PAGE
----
Westmeath’s coroner expresses concern over high suicide rate

Westmeath’s coroner has expressed concern at the high rate of suicide in the county, with almost half the cases heard in the first three months of this year ruled as suicide.

Last year just over a quarter of cases for the entire year were given a verdict of suicide in Westmeath, and Dr Wilfred Hoover described the increase as significant, and called for communities to increase their awareness of the signs of depression.

One in four inquests each year for the last three years was ruled as suicide.

Dr Hoover was speaking outside this week’s sitting of Westmeath Coroner’s Court, where three out of five deaths before him occurred due to suicide.

All involved young men, aged under 30, and two of the men had been drinking before they deliberately took their own lives.

In one of those cases, the pathologist said alcohol would have influenced the young man’s mood.

Suicide is not an option, he said, adding that it causes immense loss to distressed families and “there is no need to go down that road”.

He urged families and communities to be on the look-out for changes in friends and family which could be a result of depression.

This includes changes in mood which may be masked in front of family members but might be more obvious to neighbours and friends.

“I’m sure a lot of families are concerned given the increasing number [of suicides] and the fact that their own offspring are in trouble in terms of employment,” he said.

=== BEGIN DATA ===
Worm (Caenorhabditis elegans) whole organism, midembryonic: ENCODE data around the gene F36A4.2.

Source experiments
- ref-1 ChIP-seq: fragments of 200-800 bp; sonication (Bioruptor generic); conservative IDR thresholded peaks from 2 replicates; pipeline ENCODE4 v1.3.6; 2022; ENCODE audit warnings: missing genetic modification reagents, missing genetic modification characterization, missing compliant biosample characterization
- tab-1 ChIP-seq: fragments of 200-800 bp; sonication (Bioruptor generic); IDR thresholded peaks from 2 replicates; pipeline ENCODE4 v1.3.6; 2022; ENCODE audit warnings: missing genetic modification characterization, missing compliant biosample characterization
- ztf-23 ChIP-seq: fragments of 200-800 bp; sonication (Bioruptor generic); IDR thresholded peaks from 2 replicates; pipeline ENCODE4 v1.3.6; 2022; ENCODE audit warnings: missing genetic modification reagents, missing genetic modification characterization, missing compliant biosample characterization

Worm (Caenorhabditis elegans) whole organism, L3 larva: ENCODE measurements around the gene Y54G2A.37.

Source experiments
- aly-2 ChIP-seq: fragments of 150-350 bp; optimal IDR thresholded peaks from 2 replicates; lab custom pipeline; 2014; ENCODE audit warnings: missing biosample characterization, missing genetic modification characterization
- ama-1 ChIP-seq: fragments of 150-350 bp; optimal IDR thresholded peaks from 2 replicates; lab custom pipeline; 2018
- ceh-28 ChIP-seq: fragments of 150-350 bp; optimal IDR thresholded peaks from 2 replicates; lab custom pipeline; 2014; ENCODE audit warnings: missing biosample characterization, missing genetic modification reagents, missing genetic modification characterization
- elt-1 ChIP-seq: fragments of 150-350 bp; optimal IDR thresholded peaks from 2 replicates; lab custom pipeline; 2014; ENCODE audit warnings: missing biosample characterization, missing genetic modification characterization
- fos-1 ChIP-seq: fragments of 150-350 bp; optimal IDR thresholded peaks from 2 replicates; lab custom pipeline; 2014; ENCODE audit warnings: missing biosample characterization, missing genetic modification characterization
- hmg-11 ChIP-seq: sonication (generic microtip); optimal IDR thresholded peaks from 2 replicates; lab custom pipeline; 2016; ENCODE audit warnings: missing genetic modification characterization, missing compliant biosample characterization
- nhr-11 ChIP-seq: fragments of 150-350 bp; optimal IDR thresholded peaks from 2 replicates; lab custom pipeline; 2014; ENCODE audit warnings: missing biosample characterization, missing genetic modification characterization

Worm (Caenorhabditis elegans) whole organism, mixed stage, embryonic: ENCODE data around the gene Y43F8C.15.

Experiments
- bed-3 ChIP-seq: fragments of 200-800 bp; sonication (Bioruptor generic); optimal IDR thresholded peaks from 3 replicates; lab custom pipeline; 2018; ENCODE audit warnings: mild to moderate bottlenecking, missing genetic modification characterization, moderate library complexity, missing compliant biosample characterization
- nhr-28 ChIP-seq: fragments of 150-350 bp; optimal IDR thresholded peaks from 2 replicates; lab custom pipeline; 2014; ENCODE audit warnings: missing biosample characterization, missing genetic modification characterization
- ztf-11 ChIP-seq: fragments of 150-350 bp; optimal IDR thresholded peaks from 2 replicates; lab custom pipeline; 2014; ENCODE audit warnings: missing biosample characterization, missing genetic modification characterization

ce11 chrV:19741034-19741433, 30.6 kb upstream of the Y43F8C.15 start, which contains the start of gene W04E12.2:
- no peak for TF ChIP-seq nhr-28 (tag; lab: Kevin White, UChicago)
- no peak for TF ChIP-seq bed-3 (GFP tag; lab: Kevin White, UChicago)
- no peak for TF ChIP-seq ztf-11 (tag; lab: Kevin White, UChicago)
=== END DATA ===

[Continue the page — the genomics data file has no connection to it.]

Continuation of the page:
While provision could be better, he said there is a considerable help available in the community, provided by voluntary organizations or supported by the HSE.

He said as many people as possible should attend suicide awareness programmes, like the HSE’s ASIST programme.

He also said that some coverage of suicide in the media is better than none.

Important concern about copycat suicides must be balanced with the need for the community to be aware that there is a problem and help out as best they can, he said.

He said current figures do not bode well for the rest of the year.

“I hope that it would start showing a downward trend, starting immediately but that’s being hopeful because figures don’t tally with optimism for the moment,” he said.

“Hopefully when things improve in general, those numbers will also come down,” he added.

Suicide has multiple causes, he said but added that he was sure financial pressure has a role to play in the significant number of people taking their own life.

He said people are affected by economic issues from the ravages of inflation - most of which he attributed to austerity measures - to the lack of employment and lack of income.


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